Pull Me Under by Kelly Luce was the first book I chose to receive as part of my Book of the Month subscription. (Honestly, if you love books and aren’t subscribed to Book of the Month…you are seriously missing out. It’s like bookish Christmas every month. But I digress.) Immediately, the book description had me aching to read the story of Chizuru/Rio.
“Kelly Luce's Pull Me Under tells the story of Rio Silvestri, who, when she was twelve years old, fatally stabbed a school bully. Rio, born Chizuru Akitani, is the Japanese American daughter of the revered violinist Hiro Akitani--a Living National Treasure in Japan and a man Rio hasn't spoken to since she left her home country for the United States (and a new identity) after her violent crime. Her father's death, along with a mysterious package that arrives on her doorstep in Boulder, Colorado, spurs her to return to Japan for the first time in twenty years. There she is forced to confront her past in ways she never imagined, pushing herself, her relationships with her husband and daughter, and her own sense of who she is to the brink.”
Kelly Luce writes beautifully and the beginning of Rio’s life is so haunting that it wasn’t difficult to get sucked in. The Prologue, simply titled “Before,” is written in the past tense, and there is a real sense of separation between the narrator Rio and child Rio. It feels like the narrator is telling the story of someone else, a stranger locked away for murder. The narrator also keeps the reader at a distance, sharing her story, but never enough to fully allow the reader to put the pieces of her life together. You get the feeling that the adult narrator has not accepted the traumatic parts of her past, and, in the beginning, this distance feels purposeful. Then, just like that, we are whisked into Chapter 1 and into the present tense. The mundane life she is leading with her husband and daughter is sharply juxtaposed against the news she receives of her father’s death, a symbolic representation of the pain of her past and a reminder that she hasn’t fully dealt with it yet. Yet again, even though the story is told in first person, there is a distance.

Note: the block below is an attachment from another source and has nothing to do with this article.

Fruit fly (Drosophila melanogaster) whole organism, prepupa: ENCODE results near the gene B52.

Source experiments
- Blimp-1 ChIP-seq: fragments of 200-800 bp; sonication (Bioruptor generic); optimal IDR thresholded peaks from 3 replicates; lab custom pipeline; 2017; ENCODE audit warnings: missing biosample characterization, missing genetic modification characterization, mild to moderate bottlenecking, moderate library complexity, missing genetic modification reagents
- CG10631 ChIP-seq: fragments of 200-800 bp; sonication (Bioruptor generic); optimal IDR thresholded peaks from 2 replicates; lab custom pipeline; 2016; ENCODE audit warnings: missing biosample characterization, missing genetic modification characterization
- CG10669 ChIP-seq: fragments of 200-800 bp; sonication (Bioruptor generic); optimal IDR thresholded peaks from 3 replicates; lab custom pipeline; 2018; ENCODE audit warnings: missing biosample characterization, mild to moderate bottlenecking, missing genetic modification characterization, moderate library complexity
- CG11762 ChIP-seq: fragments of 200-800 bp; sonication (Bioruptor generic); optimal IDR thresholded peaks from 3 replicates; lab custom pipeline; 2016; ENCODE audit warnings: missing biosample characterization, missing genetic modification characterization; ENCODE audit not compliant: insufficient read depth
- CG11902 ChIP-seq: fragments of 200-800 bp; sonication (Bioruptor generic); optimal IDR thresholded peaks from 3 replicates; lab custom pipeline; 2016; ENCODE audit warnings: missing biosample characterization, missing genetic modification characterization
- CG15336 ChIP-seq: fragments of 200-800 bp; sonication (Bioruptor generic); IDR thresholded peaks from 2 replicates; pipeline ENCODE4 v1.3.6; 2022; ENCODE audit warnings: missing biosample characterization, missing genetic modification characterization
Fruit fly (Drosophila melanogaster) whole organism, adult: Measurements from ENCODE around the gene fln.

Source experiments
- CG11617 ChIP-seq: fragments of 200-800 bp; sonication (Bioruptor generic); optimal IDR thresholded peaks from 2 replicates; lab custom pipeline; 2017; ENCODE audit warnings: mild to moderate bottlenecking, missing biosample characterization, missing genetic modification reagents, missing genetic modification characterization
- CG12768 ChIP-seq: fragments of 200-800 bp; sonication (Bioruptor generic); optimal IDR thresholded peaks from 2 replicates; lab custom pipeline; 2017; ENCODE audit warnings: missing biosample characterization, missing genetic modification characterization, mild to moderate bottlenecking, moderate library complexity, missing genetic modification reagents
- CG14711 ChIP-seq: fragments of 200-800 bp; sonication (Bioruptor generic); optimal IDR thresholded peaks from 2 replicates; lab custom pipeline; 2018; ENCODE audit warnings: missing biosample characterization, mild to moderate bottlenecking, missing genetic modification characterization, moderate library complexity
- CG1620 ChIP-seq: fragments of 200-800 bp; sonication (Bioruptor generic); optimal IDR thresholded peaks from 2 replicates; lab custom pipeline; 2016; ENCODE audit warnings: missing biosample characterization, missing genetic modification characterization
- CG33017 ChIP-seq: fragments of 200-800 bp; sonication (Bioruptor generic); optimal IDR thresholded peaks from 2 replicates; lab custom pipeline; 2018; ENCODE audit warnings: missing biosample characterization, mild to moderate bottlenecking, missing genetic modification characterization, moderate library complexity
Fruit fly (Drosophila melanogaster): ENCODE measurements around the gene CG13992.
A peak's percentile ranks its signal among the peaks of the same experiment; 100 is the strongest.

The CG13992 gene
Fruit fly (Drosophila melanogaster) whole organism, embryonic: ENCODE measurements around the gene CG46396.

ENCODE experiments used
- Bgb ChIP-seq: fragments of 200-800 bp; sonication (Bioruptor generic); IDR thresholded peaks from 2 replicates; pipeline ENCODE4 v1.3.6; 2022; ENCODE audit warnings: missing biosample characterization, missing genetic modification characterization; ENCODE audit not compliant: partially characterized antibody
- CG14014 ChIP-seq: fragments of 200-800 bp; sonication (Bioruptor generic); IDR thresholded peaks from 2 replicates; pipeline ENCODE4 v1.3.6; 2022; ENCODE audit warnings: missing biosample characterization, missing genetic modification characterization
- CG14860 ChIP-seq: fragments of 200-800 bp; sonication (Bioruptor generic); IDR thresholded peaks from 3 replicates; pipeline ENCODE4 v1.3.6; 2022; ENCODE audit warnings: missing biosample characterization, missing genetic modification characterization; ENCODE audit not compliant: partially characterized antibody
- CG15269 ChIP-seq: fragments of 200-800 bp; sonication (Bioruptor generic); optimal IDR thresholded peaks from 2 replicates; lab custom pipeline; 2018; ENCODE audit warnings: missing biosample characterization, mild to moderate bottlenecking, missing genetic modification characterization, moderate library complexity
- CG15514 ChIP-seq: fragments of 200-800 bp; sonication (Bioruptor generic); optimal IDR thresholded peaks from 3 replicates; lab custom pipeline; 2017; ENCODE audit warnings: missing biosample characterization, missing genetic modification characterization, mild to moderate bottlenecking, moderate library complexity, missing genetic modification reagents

You may be noticing a pattern—I’m mentioning “distance” a lot. This is because the distance between Rio Silvestri as an adult and her as a child and, separately, the distance between Rio Silvestri and the reader is so vital to how this story is told. However, in this review, this distance is also one of the few problems I had with the book. We, as the reader, are meant to go with Rio on her journey back to Japan for her father’s funeral, but I never felt like I could fully connect with Rio. Even up until the last pages of the book, this distance is palpable between the reader and Rio. Long past when Rio should have been accepting the crime she committed as a child and growing closer to her family, it felt instead like she was holding everyone at arm’s length, including the reader. I’m not sure if this was the author’s intention, or if Kelly Luce simply didn’t manage the tension the way she should have. Either way, it made the book, particularly the last third, drag a bit. I wanted to shake Rio at times and beg her to just come clean. REVEAL YOUR SECRETS! Rio is a woman who, as a child, murdered someone. That must carry a lot of weight, and I felt like she never gave it more than a few passing thoughts of regret. Frankly, I wanted more. I wanted more emotion, more connection, and more of a change.
Issues aside, I really enjoyed this reading experience. Every character felt vivid and unique, even if they only played a minor role in the plot, and the slow reveal of Rio’s past and the life of her father since she’d last seen him helped to keep the tension building. Overall, I would recommend Pull Me Under, but I’d caution any would-be readers to keep their expectations relatively low and try to savor Kelly Luce’s beautiful writing.